The Federal Energy Regulatory Commission is expected tomorrow to issue a new rule on transmission planning and cost allocation that will support regional efforts to modernize the electric power grid and bring these low-cost renewable resources to market.

Simple economics tells us that the more supply we have of a resource, the lower the price – and indeed, wind in Texas, for example, has been shown to reduce the total cost of electricity in that state. Competition has that effect.

Some incumbent utilities would prefer not to expose their own generation capacity to competition, and they are bellyaching about the cost to consumers of these transmission investments. But transmission charges are a minor fraction of any electricity bill, and the savings from increased competition are expected to offset and quickly repay the investments needed to modernize the system – without even counting the benefits from increased reliability of the grid.

For decades, planning and cost allocation have been the graveyards where hopes of building modern regional grids capable of delivering inexpensive clean power to customers have gone to die.

Cost allocation – the formulas that decide how ratepayers share the costs of these large investments in our infrastructure – has traditionally been simple and straightforward: everyone pays according to how much they benefit. FERC’s new rule will not change that, it will simply help regions account for all the benefits that transmission provides. The agency has signaled that its guiding principle will be to ensure that those who do not benefit from transmission do not pay for it. 

That is exactly the right approach. Any other path would discourage investment in the grid and with it the resource development, jobs, and access to cheaper forms of power it would support.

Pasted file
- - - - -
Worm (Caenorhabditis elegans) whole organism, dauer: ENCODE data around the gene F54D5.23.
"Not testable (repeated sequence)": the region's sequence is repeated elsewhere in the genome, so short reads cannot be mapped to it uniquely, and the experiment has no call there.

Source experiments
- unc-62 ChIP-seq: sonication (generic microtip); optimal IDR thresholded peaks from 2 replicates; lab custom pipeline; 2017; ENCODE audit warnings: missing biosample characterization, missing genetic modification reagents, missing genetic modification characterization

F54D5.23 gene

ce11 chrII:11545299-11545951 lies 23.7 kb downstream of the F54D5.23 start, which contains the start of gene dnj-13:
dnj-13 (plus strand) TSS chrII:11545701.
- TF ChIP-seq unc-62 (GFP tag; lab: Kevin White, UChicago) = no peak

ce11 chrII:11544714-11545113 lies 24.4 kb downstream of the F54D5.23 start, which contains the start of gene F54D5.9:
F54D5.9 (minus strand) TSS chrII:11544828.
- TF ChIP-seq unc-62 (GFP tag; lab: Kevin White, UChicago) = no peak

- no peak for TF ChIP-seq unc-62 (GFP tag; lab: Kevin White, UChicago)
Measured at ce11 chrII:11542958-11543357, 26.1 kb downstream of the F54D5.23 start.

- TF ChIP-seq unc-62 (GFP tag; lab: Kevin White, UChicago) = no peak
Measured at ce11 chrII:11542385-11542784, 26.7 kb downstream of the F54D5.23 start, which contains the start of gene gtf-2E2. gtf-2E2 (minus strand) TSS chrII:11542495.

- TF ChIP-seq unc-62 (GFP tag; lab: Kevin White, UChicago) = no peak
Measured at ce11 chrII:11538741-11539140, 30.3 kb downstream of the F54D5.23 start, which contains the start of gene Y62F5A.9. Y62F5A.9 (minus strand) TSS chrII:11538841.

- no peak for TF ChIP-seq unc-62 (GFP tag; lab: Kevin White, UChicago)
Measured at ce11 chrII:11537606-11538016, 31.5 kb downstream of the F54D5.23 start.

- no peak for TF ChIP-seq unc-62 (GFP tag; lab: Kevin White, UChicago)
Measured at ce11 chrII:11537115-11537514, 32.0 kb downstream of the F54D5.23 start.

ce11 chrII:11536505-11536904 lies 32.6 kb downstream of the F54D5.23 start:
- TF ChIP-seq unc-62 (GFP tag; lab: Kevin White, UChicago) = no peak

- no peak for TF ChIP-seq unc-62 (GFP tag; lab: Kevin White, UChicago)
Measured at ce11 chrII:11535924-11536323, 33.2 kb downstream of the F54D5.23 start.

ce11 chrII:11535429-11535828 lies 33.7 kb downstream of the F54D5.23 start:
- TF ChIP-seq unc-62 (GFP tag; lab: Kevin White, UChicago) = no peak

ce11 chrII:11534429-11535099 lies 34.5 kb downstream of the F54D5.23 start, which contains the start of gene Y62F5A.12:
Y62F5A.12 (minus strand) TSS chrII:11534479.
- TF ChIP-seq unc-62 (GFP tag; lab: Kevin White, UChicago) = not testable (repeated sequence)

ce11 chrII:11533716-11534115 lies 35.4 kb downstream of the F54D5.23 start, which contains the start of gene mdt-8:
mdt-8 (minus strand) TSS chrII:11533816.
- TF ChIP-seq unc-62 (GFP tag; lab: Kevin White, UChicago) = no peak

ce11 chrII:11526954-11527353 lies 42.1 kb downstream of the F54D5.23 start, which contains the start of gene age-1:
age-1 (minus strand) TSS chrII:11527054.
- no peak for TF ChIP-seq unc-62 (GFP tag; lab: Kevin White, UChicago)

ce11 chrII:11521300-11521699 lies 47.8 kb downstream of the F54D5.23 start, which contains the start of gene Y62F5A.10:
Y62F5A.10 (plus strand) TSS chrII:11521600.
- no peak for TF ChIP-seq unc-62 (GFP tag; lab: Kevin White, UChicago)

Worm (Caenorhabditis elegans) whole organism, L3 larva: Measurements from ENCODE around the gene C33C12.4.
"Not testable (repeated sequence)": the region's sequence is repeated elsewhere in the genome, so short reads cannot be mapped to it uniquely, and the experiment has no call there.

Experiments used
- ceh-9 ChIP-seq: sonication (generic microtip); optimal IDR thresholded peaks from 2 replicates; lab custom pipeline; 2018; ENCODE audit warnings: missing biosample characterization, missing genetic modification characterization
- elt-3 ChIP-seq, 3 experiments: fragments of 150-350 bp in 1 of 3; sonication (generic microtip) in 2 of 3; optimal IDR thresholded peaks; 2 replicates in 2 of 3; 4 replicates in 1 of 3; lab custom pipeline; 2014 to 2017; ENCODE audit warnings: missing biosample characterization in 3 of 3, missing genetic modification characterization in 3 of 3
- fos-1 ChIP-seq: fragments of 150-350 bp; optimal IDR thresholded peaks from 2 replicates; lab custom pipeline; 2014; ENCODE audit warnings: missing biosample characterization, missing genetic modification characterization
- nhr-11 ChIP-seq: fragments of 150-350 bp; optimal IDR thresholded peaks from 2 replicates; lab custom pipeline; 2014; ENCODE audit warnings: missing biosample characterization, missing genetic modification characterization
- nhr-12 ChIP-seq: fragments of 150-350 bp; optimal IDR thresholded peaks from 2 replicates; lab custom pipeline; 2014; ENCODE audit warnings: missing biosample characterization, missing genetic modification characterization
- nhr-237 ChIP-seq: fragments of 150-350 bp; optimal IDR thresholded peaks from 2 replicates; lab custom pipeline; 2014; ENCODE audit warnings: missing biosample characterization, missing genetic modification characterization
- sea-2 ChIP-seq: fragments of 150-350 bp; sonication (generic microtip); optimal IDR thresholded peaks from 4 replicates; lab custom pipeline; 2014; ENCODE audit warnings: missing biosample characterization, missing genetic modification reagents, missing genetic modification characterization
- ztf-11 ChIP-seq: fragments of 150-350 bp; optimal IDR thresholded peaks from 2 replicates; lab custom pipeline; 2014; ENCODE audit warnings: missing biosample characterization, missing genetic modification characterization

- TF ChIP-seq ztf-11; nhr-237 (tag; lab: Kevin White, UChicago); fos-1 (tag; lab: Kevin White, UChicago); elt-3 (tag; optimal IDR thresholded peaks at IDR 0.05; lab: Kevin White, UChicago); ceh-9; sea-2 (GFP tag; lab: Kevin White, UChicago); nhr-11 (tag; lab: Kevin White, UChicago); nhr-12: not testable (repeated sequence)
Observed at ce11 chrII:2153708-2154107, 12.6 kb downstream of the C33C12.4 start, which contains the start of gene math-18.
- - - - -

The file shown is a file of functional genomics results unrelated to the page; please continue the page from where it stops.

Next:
Transmission, by its very nature, is an enabler. It enables all types of power – solar, wind, coal, natural gas or nuclear – to reach consumers. While it does not discriminate, transmission does have the power to open up uncompetitive energy markets to competition from cheaper forms of energy like wind. 

Many Americans currently do not have access to competitive energy supplies. Many regions, including much of the Northeast and Mid-Atlantic, suffer from high congestion costs. Many incumbent utilities benefit from the inflated electric bills of ratepayers in these markets.

Thankfully, growing numbers of industry veterans and clean energy developers are rejecting the divisive and self-serving approach that has kept Americans waiting far too long for the efficient and modern electric grid they deserve. A broad group of utilities, manufacturers, transmission developers, renewable power companies and other energy stakeholders has spoken out against legislation proposed by Sen. Bob CorkerRobert (Bob) Phillips CorkerRepublicans, ideology, and demise of the state and local tax deduction Cheney set to be face of anti-Trump GOP How leaving Afghanistan cancels our post-9/11 use of force MORE (R-TN) that would take a different approach to these critical issues.  

The signatories of that letter and others look forward to FERC’s final rule to end the disputes over aligning costs and benefits of transmission development. The states and regions are moving forward to modernize our grid and ensure that our energy future is bright. 

Bill White manages the National Clean Energy Transmission Initiative for the Energy Future Coalition. During the Clinton Administration, he served as Senior Advisor to EPA Administrator Carol Browner.